Bitbox Ltd, describe their crafting system as ‘rich’, and that is an understatement. As in most sandboxes, the first few hours are spent gathering items to create primitive tools, and to form a base. If you are a sandbox veteran, you will expect these tedious initial steps while you are vulnerable and weak, and have but a wooden shanty to protect you. The interface is a little fiddly to get to grips with at first. It certainly isn’t beginner friendly, and involves a fair bit of experimental clicking and button-pressing until you open the correct tab, but it becomes more comfortable and intuitive as I play on. The notifications are somewhat garish, flashing up in bright colours every time you gain skill points or collect a new resource. They happen unnecessarily frequently too, with a notification for seemingly every tiny move you make, resulting in an enormous backlog of alerts on your screen.is proud to show off its claims to ‘realistic’ crafting, and it is fair to say that they deserve to. Crafting is an arduous task, with progress bars and a system which gradually allows you access to better resources and craft materials. Crafting is an integral aspect of the game; in my initial steps, I had no experience with combat at all, and was totally immersed in my craftwork. You can even terraform the land, which is a wonderful addition; flattening out ground, or creating hills to literally mould the perfect base for your living quarters. Every item I created felt like an enormous achievement. And performing a certain crafting action a number of times increases your skill and proficiency in that area, so the game basically evolves around your own gameplay.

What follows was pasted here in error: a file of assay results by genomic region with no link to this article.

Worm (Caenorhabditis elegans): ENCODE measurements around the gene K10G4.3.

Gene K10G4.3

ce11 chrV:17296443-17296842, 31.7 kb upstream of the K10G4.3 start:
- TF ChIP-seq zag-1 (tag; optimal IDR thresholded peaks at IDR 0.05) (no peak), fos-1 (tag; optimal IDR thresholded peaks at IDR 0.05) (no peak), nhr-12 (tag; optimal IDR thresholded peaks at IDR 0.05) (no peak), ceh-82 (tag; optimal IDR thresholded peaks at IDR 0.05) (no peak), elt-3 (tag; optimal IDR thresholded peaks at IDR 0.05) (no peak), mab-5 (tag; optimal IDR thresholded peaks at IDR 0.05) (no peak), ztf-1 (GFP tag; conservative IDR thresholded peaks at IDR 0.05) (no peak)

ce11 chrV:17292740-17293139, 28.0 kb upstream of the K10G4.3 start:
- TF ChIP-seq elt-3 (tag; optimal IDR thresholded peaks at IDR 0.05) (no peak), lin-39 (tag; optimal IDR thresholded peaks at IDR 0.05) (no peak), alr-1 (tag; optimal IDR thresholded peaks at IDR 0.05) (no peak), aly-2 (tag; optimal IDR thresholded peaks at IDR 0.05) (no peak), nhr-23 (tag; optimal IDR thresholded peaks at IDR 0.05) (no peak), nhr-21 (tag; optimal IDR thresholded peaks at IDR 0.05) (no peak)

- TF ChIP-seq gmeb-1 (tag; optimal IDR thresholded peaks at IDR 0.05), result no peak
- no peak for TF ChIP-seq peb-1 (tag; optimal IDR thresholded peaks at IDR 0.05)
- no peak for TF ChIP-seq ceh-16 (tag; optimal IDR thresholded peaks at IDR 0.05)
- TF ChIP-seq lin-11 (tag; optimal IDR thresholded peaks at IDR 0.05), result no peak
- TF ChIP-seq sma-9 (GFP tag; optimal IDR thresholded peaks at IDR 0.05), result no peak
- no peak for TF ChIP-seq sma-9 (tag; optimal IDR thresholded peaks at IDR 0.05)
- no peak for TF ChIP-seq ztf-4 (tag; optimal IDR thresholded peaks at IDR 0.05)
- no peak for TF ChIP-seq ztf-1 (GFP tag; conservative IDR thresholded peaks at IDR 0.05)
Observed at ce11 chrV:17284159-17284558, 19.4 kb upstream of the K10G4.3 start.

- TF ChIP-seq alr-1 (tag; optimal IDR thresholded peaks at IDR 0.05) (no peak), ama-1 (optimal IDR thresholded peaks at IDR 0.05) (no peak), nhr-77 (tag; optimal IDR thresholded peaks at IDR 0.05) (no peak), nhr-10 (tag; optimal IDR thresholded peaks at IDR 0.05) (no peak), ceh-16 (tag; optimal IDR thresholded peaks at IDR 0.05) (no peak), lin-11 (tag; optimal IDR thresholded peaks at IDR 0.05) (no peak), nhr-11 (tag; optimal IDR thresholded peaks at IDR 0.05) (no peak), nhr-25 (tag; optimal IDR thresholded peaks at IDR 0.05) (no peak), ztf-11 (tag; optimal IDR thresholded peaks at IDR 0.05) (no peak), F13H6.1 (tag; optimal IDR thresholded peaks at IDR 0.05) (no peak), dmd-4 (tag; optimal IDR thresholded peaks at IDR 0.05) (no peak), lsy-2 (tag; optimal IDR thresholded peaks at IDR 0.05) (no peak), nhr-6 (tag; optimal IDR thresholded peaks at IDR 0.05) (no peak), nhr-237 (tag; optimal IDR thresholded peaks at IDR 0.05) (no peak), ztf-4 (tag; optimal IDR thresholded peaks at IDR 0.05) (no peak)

As with many multiplayer sandboxes, the community often changes the entire scope of the game. When playing with friends, or a kindlier community (as I did), you may team up to gather resources and build a village to defend yourself from other players. You may end up waging war, and battling enemy guilds, in true medieval style. It is hard to feel alone at any point, even when playing solo. Protecting your hard earned resources is a priority. Skill points can be spent on your character in an RPG style, so you can specialise in crafting or combat, lending yourself to a particular specialty depending on the needs of your guild or community.